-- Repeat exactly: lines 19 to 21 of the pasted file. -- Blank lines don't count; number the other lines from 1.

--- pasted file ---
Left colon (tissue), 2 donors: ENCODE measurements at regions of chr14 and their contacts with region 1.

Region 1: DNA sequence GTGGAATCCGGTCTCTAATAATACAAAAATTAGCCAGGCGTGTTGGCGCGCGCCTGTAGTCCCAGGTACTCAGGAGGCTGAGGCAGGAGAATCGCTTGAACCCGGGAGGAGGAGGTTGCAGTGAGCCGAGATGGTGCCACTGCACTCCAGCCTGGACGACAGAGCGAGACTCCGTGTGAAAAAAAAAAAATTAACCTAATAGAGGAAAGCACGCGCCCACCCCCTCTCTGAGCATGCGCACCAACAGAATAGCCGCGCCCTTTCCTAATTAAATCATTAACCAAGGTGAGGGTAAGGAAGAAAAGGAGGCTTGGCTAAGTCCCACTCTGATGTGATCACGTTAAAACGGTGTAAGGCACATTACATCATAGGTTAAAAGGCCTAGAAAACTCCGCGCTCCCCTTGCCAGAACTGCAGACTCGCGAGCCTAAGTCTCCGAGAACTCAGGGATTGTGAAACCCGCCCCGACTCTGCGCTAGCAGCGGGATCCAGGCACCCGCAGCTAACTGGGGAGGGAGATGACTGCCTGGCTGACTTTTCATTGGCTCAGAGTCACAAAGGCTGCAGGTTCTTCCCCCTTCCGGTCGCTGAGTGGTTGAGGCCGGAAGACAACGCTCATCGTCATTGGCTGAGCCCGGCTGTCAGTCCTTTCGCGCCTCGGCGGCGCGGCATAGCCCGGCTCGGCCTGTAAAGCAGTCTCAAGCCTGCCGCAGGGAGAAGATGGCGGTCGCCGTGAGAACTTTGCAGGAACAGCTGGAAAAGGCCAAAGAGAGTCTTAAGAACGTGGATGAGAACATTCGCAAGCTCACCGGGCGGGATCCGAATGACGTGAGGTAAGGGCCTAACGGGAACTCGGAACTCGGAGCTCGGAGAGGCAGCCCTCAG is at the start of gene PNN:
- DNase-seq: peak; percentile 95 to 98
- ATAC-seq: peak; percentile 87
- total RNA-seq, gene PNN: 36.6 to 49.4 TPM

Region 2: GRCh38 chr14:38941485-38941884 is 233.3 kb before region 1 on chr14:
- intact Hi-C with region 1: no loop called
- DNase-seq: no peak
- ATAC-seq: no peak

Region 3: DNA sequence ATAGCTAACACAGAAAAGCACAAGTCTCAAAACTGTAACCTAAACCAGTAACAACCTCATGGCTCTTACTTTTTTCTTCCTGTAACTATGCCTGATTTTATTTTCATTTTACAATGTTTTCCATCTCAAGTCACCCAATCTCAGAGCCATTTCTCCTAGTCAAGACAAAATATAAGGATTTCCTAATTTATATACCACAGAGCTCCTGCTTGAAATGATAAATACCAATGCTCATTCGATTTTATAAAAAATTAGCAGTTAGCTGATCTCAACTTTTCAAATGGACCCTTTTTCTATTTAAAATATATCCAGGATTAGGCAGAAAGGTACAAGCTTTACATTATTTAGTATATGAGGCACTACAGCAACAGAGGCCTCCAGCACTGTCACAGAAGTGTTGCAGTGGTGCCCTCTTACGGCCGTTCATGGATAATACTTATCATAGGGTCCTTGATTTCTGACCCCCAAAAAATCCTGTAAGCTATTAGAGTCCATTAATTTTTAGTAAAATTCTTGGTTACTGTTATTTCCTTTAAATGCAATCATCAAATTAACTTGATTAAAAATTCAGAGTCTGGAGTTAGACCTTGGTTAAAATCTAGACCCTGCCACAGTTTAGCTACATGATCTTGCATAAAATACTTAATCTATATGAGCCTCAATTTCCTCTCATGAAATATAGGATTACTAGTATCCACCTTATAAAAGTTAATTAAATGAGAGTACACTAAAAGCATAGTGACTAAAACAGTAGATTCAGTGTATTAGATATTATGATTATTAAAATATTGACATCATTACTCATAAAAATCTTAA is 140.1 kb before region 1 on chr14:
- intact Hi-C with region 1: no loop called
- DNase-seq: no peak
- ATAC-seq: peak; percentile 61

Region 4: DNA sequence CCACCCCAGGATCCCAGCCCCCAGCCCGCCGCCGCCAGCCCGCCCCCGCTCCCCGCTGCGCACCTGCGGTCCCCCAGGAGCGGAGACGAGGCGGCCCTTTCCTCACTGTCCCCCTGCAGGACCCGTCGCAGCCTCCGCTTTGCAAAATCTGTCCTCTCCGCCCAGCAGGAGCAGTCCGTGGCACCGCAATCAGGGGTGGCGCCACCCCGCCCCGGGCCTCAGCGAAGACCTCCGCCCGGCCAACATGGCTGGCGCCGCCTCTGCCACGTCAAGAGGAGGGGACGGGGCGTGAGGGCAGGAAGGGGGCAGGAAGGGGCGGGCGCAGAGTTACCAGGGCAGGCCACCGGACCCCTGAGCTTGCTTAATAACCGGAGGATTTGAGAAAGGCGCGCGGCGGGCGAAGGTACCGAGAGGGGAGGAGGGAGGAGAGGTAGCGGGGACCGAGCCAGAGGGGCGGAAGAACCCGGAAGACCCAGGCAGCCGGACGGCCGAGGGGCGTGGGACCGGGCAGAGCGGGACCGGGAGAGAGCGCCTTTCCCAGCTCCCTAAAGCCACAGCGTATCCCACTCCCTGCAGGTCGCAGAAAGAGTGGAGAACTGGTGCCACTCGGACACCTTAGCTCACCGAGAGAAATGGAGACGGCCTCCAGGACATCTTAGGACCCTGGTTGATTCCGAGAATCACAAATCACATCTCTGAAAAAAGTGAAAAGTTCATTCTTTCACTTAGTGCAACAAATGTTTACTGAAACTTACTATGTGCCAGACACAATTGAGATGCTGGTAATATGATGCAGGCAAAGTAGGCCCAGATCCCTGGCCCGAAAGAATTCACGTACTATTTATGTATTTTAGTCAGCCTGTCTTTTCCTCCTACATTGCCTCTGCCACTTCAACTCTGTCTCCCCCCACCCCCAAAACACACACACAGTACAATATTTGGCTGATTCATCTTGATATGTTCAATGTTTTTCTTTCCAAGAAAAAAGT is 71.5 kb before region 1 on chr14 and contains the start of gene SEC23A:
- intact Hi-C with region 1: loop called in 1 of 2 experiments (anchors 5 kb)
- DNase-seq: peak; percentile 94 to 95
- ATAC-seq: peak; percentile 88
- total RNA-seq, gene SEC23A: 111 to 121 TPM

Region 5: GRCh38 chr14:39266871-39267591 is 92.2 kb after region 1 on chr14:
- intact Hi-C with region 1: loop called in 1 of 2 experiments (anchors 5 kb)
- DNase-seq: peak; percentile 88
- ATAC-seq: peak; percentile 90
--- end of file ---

Region 5: GRCh38 chr14:39266871-39267591 is 92.2 kb after region 1 on chr14:
- intact Hi-C with region 1: loop called in 1 of 2 experiments (anchors 5 kb)
- DNase-seq: peak; percentile 88